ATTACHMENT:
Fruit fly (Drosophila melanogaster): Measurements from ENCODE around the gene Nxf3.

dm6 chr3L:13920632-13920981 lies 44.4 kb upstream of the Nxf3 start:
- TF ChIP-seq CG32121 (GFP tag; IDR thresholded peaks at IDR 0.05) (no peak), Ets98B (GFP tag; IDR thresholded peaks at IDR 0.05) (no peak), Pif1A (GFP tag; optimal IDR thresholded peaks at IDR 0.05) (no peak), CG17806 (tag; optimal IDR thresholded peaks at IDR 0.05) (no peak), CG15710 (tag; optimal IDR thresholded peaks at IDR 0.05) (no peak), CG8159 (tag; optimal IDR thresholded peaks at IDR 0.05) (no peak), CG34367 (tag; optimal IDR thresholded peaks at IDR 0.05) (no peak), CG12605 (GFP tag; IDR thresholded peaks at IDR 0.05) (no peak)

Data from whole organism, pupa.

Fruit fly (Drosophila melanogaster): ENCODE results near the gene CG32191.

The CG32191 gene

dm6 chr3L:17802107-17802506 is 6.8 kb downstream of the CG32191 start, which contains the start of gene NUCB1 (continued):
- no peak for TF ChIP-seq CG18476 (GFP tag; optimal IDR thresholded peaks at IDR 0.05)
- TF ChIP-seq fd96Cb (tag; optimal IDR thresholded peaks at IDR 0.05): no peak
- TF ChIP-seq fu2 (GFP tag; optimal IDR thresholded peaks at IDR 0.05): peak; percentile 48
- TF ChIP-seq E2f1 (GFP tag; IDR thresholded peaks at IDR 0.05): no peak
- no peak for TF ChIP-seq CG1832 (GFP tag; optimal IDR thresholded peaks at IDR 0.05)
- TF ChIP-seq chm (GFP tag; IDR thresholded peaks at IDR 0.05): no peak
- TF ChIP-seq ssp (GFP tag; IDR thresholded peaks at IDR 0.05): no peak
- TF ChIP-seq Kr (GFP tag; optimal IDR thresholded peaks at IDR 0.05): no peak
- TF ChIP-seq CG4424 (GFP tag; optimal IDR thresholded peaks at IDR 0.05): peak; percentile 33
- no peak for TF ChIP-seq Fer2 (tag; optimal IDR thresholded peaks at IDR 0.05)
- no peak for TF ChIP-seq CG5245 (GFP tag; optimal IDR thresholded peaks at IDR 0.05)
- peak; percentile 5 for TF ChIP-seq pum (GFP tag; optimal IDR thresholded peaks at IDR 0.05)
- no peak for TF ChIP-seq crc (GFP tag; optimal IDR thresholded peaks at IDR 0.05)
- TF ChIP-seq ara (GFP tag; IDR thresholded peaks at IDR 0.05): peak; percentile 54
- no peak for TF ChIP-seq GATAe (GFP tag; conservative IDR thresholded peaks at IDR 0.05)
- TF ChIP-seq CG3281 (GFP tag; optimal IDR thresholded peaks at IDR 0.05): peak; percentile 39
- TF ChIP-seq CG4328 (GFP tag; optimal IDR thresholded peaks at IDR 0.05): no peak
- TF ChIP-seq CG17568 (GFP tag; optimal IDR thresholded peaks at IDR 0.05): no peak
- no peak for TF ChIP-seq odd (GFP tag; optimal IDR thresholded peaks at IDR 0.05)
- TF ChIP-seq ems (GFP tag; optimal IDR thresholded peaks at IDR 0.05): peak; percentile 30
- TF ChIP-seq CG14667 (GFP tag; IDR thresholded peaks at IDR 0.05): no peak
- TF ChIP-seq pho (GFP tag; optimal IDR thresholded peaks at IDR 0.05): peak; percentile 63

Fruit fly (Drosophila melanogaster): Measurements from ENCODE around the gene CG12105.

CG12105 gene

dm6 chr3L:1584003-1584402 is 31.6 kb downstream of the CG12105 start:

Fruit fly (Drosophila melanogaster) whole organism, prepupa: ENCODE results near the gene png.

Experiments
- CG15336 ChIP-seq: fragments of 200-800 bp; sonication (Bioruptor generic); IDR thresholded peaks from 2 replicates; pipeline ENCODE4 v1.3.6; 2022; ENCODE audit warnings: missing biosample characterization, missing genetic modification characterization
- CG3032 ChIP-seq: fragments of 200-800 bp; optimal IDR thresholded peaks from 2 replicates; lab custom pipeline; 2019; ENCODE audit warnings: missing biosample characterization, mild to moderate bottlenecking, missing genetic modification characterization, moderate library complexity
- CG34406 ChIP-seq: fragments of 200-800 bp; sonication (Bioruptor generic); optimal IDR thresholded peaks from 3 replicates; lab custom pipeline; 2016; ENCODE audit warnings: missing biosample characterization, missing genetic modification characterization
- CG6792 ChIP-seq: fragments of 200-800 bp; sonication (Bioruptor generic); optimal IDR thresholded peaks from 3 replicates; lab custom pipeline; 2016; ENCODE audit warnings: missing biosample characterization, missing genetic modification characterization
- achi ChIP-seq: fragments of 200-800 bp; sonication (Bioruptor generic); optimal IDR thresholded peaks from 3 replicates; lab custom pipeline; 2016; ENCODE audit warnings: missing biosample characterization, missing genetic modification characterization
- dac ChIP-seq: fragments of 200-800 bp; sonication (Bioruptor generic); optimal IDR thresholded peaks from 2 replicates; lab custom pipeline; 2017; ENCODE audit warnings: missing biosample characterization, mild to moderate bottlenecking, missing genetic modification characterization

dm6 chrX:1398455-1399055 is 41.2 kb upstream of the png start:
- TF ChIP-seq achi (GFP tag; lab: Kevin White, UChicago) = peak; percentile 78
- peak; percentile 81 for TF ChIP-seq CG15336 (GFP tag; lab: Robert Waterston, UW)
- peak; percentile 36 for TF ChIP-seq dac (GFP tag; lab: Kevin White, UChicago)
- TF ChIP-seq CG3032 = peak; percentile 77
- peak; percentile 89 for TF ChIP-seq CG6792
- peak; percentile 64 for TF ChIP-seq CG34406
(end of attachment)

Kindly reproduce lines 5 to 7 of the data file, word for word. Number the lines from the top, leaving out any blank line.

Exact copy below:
Fruit fly (Drosophila melanogaster): ENCODE results near the gene CG32191.

The CG32191 gene

dm6 chr3L:17802107-17802506 is 6.8 kb downstream of the CG32191 start, which contains the start of gene NUCB1 (continued):